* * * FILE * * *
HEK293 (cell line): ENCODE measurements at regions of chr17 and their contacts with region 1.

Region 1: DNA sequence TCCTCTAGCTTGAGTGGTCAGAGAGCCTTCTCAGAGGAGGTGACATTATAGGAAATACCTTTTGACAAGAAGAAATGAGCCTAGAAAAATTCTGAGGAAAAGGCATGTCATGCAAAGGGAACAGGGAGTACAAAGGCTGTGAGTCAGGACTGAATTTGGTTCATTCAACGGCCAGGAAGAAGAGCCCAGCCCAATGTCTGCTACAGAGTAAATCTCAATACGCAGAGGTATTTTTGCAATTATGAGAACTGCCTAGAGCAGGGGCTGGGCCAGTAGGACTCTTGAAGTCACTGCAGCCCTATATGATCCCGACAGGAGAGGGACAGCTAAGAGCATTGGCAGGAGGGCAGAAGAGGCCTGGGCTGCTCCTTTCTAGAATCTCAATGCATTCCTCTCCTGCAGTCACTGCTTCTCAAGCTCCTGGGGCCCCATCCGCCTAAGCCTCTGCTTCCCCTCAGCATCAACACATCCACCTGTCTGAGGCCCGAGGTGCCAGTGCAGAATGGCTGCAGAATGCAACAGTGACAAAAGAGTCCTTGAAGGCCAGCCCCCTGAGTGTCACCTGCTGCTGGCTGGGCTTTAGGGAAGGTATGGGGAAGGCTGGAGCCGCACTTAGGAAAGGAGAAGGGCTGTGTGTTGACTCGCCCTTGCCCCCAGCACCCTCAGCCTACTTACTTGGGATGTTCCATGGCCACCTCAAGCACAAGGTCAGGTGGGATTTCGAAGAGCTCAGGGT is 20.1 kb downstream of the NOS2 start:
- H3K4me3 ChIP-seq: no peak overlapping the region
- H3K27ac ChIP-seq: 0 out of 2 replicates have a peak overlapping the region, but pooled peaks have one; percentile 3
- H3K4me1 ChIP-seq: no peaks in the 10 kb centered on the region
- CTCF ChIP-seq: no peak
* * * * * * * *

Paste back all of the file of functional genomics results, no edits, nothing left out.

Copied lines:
HEK293 (cell line): ENCODE measurements at regions of chr17 and their contacts with region 1.

Region 1: DNA sequence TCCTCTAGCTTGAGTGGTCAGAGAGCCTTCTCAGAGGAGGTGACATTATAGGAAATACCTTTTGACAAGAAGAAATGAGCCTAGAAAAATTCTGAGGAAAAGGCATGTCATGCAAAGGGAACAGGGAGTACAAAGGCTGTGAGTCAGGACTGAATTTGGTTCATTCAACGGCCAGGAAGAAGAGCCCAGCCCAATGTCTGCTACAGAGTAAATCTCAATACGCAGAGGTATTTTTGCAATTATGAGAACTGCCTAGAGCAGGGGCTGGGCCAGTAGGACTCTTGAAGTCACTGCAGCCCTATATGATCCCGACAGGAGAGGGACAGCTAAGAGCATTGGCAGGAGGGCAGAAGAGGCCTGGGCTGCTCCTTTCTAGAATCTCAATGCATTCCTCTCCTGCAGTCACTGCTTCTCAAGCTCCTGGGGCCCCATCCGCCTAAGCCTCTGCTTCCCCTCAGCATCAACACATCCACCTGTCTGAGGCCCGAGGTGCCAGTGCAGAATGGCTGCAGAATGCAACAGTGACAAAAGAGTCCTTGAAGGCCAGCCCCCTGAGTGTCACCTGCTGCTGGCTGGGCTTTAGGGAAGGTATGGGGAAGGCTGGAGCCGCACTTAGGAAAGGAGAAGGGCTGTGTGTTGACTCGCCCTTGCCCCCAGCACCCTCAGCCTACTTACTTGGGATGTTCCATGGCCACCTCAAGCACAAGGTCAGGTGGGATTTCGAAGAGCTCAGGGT is 20.1 kb downstream of the NOS2 start:
- H3K4me3 ChIP-seq: no peak overlapping the region
- H3K27ac ChIP-seq: 0 out of 2 replicates have a peak overlapping the region, but pooled peaks have one; percentile 3
- H3K4me1 ChIP-seq: no peaks in the 10 kb centered on the region
- CTCF ChIP-seq: no peak